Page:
Running Linux on a Mid-2009 MacBook Pro

Apple and their aggressive EOL/EOS policies

I have had an old mid-2009 MacBook Pro (2.26Mhz, Core 2 Duo P7550) that got left behind at macOS 10.11 (El Capitan). I’ve already gone through dealing with end-of-support with a 2011 MBP (no AirPlay server, no longer getting macOS updates, etc…), but the 2009 is old enough that Homebrew itself has dropped support officially. While that doesn’t prevent everything from working, once something won’t install, you either need to fix it yourself or give up.

I was trying to get RDP up and running when I hit that issue, so I figured that it was time to see if I could install an operating system that was still supported on the 2009 MBP.

Ubuntu Linux attempt

I first went down the rabbit hole of Ubuntu, but the first set of instructions I found did not give me a warm fuzzy about being able to install Ubuntu and still have a working machine. I used Rufus to write an Ubuntu ISO to a USB drive and was able to live boot into Ubuntu. Of course, Linux and wifi isn’t always plug and play and the live boot did not recognize the MBP’s wifi card, so it would have been wired or nothing until I installed the OS.

Hello Manjaro

Time for a different strategy. I tried a different strategy and searched for Linux distros for a 2009 MacBook Pro. I decided to go with Manjaro XFCE and was able to write the ISO to my USB drive and have wifi working on live boot, so I swapped MacBook hard drives back to the original 5400 RPM 160GB hard drive that came with it.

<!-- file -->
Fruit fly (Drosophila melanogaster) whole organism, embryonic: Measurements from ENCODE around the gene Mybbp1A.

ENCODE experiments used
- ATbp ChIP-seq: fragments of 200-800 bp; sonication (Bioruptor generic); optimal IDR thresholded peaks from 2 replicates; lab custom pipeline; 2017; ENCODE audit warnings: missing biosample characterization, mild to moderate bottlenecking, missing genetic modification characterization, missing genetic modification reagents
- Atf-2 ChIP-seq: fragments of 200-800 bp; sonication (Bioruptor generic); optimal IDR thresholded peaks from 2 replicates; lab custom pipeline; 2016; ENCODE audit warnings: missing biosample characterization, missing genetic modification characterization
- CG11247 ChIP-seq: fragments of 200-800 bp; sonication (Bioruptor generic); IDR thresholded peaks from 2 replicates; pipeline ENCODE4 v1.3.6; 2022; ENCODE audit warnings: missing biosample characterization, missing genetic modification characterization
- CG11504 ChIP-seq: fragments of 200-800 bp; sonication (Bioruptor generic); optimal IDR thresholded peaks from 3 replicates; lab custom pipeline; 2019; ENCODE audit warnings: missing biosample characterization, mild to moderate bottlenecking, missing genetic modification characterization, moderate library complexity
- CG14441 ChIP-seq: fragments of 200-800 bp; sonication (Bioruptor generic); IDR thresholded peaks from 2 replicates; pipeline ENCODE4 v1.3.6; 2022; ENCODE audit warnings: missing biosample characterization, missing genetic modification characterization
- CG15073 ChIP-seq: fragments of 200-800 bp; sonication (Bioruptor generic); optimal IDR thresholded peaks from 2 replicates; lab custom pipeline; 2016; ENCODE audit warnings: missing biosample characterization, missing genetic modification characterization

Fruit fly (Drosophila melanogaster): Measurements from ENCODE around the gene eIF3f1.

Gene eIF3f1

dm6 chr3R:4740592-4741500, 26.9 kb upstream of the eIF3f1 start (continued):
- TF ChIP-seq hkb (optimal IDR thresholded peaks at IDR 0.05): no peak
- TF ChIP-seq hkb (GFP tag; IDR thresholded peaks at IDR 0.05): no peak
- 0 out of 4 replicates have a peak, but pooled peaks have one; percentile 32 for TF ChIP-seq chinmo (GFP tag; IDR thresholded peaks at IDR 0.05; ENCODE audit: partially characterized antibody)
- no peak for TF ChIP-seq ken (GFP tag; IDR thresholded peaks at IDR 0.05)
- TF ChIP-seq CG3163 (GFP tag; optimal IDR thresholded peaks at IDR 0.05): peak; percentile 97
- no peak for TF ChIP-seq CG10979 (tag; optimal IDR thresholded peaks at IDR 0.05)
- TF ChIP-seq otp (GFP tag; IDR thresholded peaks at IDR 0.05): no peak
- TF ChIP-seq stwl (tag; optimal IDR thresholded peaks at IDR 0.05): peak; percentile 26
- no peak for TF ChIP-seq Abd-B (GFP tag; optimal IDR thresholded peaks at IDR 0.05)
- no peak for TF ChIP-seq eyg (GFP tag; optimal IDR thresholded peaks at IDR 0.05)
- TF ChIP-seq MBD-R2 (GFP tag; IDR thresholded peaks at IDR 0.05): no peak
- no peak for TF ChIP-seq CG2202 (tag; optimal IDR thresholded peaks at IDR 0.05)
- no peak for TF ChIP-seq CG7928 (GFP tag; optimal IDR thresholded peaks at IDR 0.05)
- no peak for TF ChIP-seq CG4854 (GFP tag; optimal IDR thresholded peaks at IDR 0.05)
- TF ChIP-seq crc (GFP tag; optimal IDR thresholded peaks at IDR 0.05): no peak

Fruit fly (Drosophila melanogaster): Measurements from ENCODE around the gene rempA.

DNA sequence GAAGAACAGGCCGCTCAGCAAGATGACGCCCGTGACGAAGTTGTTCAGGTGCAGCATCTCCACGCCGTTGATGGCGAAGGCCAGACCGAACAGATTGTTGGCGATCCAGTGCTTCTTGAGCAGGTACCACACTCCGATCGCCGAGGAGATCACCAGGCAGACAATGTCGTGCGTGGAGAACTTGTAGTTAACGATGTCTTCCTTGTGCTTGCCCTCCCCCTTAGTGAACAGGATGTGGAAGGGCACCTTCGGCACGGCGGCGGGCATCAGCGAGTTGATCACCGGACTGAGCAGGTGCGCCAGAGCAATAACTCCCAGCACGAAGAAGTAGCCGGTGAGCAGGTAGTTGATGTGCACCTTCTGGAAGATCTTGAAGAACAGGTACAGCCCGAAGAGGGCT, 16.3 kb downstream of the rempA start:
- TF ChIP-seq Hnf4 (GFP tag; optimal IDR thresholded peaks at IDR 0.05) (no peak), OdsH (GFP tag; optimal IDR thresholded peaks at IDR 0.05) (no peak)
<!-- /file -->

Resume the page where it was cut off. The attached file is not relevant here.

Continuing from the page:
Manjaro with XFCE is far snappier than even my 2011 or 2019 MBPs. This is mainly because no bloat and very little running so far, but I’ve also installed Ruby 2.8.0-dev from Manjaro in rbenv on the 2009 (P7550 Core 2 Duo) vs. from the 2019 (i7-9750H 6 core) and the install/build time was 9m31s for the 2009 vs. 11m19s for the 2019 (yes, the 11 year old Mac was faster). This is probably a Clang vs. gcc and readline + openssl installation/build difference between the two environments, but I still found it interesting that the 2009 could win the race even with a head start.

As for system load, the MBP 2009 not actively running anything on macOS 10.11 would register a consistent 2.0+ load and would take several minutes to be usable for typing in iTerm. By contrast, running XFCE, it required several tabs open in Firefox + Terminal + gvim for the load to break 1.0.

Steps to get up and running:

  • Download Manjaro XFCE iso
  • Write image to USB drive using Rufus (dd or whatever if you are adequately skilled at that… Rufus was just painfully easy to kick off from a Windows 10 box)
  • Hold down option while booting to get boot menu.
  • Select your USB drive
  • Boot and verify that Linux is sufficiently usable for your MacBook
  • Install to a hard drive (I recommend using a different hard drive that is booting macOS, but then you’ll need tools for the mounting screws at a minimum.
  • Boot and enjoy

Getting set up

Having used yum, apt, and brew, pamac was a bit of a change. For example, I had to use pamac build ruby-build and pamac build rbenv vs. an install command.

I have starship installed as well, which was relatively straightforward, but I still need to get the fonts right for unicode.

Overall experience